9 Tips to Help You Reach Your Fitness Goals
It’s January! Time to dust off those sneakers and dive in to that fitness routine so you can ditch those holiday pounds and get down to your goal weight.
Whether you’re following a routine for the first time (or for the first time in a long time) or just refocusing your efforts in the New Year, here are some of my favorite tips on what to keep in mind as you get started. These tips will help you stick with it when you’re busy reaching your fitness goals, even if you’re feeling grumpy or tired or frustrated or hungry.
Do: Take your before pictures.
Don’t: Freak out over what you see.
No one likes his or her Day 1 photos or measurements. But, by capturing all of the basic information (how much you weigh, how big your waist is, what you look like shirtless or in a bikini), you’ll establish a starting place. Then, when you take down all this information again (we usually recommend taking them every 30 days), you’ll see how much you’ve changed. “I can’t tell you how many times one of our Success Stories has told me that their ‘before’ picture on the fridge saved them at some point along the way,” says Manny Varjak, fitness expert.
Do: Weigh yourself once a week.
Don’t: Weigh yourself every day.
Full disclosure — I break this rule. I weigh myself every morning just after I wake up. I don’t recommend it, but helps me stay on track. Your weight can fluctuate every day based on how much sodium you consumed the day before, how much you sweated during your workout, whether you went to the bathroom, what time of the month it is, etc. If you’re the type who could get discouraged from seeing your weight go up a pound or two (or more) in 24 hours, then I recommend weighing in approximately the same time each week. It’ll give you a better overall sense of the trend your weight is heading in. Just keep in mind you might gain a few pounds during the first few weeks of beginning a program. We explain why — and when you should see the numbers drop — here.
Do: Eat for the body you want — not the one you have.
Don’t: Cut out all of your favorite foods.
If you really want to be miserable and set yourself up for failure, cut out everything you like to eat. If your diet is really bad, a lot of stuff you like might have to go. Soda, fried food, super sugary coffee drinks… Think of this new journey as a boot camp. You’re training for the body you’ve always wanted. So feed that body with the food it needs. Lean proteins, complex carbs, and lots of nutrient-packed vegetables. We have tons of healthy recipes that will fit your new lifestyle. We even have healthier version of some of your favorite foods, including pizza, fries, and burgers. Think about your diet as an 80/20 split. 80% of the time, eat “clean.” The other 20% of the time, don’t stress about it. If you really want that beer or that cookie, have it. One cookie or one beer, isn’t going to be your downfall. Here’s an easy-to-follow article on how to change your diet over 8 weeks, cheat meals included.
Do: Plan your meals and organize your kitchen.
Don’t: Wait until the day of to figure it out.
By planning your meals you make it easier to eat healthier because you don’t have to think about it every day. You just grab your breakfast and/or your lunch and go.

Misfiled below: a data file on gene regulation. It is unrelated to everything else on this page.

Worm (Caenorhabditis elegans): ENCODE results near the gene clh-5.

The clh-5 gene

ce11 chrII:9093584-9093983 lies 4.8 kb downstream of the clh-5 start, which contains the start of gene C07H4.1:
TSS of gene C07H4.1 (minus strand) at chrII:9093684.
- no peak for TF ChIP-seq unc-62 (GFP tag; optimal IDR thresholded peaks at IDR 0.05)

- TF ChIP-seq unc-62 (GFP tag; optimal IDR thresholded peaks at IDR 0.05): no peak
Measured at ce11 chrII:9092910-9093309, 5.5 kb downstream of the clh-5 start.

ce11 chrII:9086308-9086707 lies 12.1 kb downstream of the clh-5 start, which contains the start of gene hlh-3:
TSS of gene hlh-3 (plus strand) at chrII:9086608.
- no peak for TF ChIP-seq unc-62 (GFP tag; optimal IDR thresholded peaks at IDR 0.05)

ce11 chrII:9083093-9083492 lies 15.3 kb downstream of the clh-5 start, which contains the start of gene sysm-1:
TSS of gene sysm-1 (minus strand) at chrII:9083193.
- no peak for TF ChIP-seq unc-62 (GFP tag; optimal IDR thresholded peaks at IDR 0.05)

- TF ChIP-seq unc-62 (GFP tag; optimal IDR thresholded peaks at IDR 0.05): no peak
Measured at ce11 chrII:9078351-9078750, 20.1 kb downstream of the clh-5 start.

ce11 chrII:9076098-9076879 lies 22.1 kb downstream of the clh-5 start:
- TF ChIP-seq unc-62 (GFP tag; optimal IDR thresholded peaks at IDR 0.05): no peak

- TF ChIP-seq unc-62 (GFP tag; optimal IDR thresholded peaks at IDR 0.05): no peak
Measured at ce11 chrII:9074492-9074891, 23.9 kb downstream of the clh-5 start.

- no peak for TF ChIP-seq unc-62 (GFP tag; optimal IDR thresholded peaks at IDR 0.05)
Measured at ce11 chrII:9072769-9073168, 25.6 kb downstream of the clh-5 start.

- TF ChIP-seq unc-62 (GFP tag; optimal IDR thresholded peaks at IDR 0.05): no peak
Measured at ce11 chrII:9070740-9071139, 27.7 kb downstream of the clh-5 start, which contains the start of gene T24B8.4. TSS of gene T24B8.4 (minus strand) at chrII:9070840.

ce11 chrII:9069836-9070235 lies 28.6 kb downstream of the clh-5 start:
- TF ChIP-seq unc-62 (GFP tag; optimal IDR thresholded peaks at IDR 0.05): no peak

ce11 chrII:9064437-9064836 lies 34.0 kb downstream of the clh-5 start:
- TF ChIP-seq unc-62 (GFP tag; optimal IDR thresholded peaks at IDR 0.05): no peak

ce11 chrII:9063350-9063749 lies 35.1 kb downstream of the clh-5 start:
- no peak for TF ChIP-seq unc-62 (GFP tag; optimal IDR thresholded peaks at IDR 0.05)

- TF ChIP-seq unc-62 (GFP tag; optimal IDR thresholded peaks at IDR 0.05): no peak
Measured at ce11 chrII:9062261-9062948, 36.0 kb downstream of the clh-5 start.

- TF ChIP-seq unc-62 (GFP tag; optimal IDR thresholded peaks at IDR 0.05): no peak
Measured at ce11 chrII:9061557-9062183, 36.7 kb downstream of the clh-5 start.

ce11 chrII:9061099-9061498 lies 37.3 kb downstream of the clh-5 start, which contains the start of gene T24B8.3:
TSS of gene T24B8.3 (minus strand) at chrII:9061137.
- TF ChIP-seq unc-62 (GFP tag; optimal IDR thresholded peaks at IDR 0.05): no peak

Do: Push through the soreness.
Don’t: Push yourself to the point of injury.
Whenever I start a new fitness program, I assume I’m going to be sore for the first two weeks. Even if the soreness doesn’t last that long, it helps my mind get in the right zone. “Soreness is a right of passage, but it’s still difficult to deal with,” says Varjak. “Don’t go 100% on Day One, and ramp things up each day based on how you feel. If you do get sore, back off but don’t stop. Doing a workout at 50% is a lot better than nothing. It will also help your soreness fade quicker.”
Do: Expect to be a little hungry and grumpy at first.
Don’t: Fall back into old bad habits.
No matter what change you’re making — whether it’s a new fitness routine or a cross-country move — there are bound to be growing pains. Change is uncomfortable. Prepare to feel a little out of sorts — you might be hungry, you might feel sore, you might be a little grumpy in response — and it’s more likely you’ll have an easier transition into your new lifestyle. “Soreness and hunger go hand in hand,” says Varjak. “When you’re sore you’re broken down and that incites hunger to repair your body. They’ll subside together. To speed things up, consider targeted nutrition or supplementation. The right food and the right time will minimize your desire to over eat.”
Do: Follow your workout calendar.
Don’t: Don’t wait until Monday to start again if you miss a workout.
If you missed a workout because of sickness or travel or you just didn’t feel like doing it, don’t worry. Just get back to it. Not sure where to pick back up? This article will tell you.
Do: Get back on program if you fall off.
Don’t: Don’t beat yourself up, feel like you’ve failed, or wait until the next day/week/month to start over.
No one is perfect. Not me, not you, and not our trainers. Everyone has an unhealthy meal sometimes or misses a workout. Don’t let that define your day, your week, or your month. Just get right back on track. You’re on a journey and along the way, there are going to be a few misses. If you pick yourself right back up and keep going, you’ll get there.
Do: Share what you’re doing and find people who will keep you accountable.
Don’t: Listen to the haters.
If you share what you’re doing with those around you, there’s a greater likelihood you’ll succeed because you’re creating a social support system that you’re accountable to. There might be people who pooh-pooh your journey, but ignore them. They have their reasons for doing so (usually the reasons stem from jealousy or fear), so just stay positive and reach out to your support system when you need help.